My life, it feels, has been one long series of comings and goings. Myself, and my people.

As a child, I remember the hellos. So, I remember my mother crying in Mehrabad airport as she embraced her mother and her sister after five years of absence in Britain -and I remember her telling the airport officials I was a boy so they wouldn’t bother us for my uncovered hair. To be exact, I remember her recounting this to her relatives, with everyone hooting with laughter.  I remember parties for relatives who had returned from overseas, I remember the exotic gifts and cadeaux they brought. (Toblerone chocolate! Books! Bananas!)

At some point, when I was a teenager, my mind started highlighting the goodbyes.  So, I remember sobbing on a couch in Heathrow airport when I was fifteen, because I had said goodbye to my school friends in Tehran only the day before, and now they were thousands of miles away. And then, oh horror! Most horrible! I remember saying goodbye to my parents and siblings a year later in Leeds airport, when they flew back to Iran while I stayed on to continue studying at an English high school as a pensionnaire in the home of my former teacher. After that, more goodbyes. My father in Mehrabad airport. My father in Leeds bus terminal.  My mother in Bradford train station. My uncle in Leeds train station. My friends, at one place or another. Leeds, Edinburgh, Tehran. Train stations, bus terminals, airports. 

The story of my life continued as I settled into middle-class bourgoisie life in Tehran. Working with an international organization, a lot of people  came, worked on projects for a couple of years, and then left. As people worked together in intense and challenging situations, they became incredibly close. Then, the project would finish. People would leave.  E-mails would follow, perhaps a visit. Then silence.

Immigrating to Canada = one huge traumatic goodbye. Then, the effort of making new friends, developing new networks. Getting to know people again, only to say goodbye. Again.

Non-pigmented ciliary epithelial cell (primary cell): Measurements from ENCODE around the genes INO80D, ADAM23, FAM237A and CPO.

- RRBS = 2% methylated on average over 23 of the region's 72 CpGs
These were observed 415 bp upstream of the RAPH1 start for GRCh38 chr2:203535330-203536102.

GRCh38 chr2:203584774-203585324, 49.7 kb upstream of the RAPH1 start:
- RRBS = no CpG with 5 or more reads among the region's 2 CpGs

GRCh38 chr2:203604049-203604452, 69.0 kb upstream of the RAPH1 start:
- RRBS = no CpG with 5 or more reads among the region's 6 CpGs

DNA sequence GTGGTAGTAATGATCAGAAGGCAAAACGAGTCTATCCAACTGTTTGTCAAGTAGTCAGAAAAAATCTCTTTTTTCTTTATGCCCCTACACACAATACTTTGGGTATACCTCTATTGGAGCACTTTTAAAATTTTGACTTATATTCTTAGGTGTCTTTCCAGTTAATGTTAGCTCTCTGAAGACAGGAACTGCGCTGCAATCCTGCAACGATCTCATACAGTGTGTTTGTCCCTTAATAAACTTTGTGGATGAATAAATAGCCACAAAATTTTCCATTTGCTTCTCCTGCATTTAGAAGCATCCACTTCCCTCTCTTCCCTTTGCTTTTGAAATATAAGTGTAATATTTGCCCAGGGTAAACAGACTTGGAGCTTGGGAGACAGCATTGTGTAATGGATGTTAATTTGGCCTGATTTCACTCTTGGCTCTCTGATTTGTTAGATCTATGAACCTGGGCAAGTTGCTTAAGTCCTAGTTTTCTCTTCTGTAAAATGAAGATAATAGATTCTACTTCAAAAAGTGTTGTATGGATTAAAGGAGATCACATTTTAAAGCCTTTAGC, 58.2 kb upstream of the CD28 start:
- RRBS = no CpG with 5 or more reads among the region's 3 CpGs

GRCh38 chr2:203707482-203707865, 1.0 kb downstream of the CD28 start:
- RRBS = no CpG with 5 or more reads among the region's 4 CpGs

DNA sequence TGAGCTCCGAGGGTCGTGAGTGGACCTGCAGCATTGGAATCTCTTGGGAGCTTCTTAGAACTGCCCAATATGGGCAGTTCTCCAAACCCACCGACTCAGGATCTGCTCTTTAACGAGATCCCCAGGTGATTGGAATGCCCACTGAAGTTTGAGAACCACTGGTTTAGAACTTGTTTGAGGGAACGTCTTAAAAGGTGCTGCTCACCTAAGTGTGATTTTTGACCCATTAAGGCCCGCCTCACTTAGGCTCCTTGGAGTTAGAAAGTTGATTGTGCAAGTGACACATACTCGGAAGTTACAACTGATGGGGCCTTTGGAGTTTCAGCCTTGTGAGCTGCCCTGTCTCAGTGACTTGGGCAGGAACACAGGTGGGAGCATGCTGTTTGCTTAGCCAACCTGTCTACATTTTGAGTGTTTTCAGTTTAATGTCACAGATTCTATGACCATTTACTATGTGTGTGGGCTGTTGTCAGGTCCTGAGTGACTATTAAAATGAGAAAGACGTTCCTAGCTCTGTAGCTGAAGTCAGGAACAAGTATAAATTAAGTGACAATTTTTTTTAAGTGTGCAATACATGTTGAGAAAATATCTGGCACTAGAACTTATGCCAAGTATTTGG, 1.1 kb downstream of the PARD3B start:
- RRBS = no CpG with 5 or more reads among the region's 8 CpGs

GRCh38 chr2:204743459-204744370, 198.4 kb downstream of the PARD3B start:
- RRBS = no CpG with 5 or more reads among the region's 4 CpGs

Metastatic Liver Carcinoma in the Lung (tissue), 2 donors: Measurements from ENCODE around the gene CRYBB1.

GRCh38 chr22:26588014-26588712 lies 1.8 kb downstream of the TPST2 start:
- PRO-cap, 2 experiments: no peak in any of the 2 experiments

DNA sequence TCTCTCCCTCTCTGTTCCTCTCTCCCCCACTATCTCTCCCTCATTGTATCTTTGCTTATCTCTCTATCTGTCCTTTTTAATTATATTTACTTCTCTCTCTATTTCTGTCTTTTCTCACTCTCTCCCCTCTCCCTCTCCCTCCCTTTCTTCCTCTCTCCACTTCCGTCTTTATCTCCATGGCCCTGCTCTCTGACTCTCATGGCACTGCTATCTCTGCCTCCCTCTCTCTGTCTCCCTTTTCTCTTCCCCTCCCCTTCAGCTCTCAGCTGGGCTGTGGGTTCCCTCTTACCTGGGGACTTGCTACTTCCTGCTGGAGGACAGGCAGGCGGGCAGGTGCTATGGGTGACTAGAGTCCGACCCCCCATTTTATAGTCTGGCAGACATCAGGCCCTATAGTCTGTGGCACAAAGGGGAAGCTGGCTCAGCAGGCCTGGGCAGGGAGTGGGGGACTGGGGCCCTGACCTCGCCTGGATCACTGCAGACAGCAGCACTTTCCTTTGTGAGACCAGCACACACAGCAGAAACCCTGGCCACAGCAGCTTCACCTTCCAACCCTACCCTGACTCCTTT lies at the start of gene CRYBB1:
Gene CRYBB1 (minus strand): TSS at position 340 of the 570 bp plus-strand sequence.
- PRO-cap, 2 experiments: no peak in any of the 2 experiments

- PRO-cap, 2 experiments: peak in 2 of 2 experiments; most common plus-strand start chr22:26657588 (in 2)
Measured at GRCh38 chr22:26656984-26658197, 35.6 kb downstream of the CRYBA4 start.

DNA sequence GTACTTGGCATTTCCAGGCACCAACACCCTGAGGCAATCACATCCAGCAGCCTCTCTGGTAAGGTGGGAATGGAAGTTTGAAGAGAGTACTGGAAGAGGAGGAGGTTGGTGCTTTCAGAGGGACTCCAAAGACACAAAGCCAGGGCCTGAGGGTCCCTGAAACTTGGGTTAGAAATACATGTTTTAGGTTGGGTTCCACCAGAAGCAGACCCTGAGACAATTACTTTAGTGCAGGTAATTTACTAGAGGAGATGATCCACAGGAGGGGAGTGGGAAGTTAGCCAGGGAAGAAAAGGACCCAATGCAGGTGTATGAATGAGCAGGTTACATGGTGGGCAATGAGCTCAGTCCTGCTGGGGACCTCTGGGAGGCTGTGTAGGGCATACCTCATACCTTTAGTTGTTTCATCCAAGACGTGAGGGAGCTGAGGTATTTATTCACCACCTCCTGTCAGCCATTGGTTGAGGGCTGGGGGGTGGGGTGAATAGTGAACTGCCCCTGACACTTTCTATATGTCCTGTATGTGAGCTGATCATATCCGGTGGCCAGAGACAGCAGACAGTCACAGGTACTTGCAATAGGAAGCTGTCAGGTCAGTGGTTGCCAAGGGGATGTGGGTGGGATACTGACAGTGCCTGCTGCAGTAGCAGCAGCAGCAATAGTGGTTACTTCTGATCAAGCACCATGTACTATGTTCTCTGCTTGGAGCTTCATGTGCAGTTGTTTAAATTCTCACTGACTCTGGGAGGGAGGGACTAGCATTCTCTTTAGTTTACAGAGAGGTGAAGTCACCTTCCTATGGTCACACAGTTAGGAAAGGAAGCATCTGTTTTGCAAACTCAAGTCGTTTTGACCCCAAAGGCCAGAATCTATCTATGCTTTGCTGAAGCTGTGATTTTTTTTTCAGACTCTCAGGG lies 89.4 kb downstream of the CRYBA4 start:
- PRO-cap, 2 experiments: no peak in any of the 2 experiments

Because as summer arrives,  the students who spent the academic year closely together, battling with profs and assignments, begin to scatter. Some return home. Others go to do research in faraway lands. Some have graduated and are finding jobs in other places. Others just move to Toronto for the sake of it, as the next logical step in forwarding their lives.

I’ve been to so many end-of-term/farewell parties and visits in the last couple of weeks. So many hugs and kisses and promises. So many last of cups of coffees with friends frazzled by packing. You would think I have become used to saying goodbye. But in fact, I simply feel that I am living out one huge goodbye to my family, with smaller goodbyes here and there. I do not get used to it.



  1. teng

    I like this post
    it is sad, but i like it.
    I hate goodbyes too
    but i never recognized such a big history of goodbyes

  2. teng

    BTW, that story which about your uncovered hair,
    that was great!
    i wonder, would she do the same now?!

  3. thenewcomer

    Well, i was 7-8 at the time (when we returned from UK he first time) and so even religiously speaking, there was no reason to hassle me about my hair.
    What a welcome to Iran!

    I guess you were too small when the major goodbyes of our family life was playing out. In a few years, you will have your fair share.

  4. GLi

    Sad and beautiful. Saying goodbye to you, last year, was enough to make me depressed for the rest of my life, so I don’t think I need any more of it. Did u notice that a year passed?!! And funnily enough I’m not feeling any better.

  5. Sarah

    This post was beautiful just like the rest of them. It doesn’t really matter.. I was not here to read your most recent post.. I just needed to talk to you… ummm. love,

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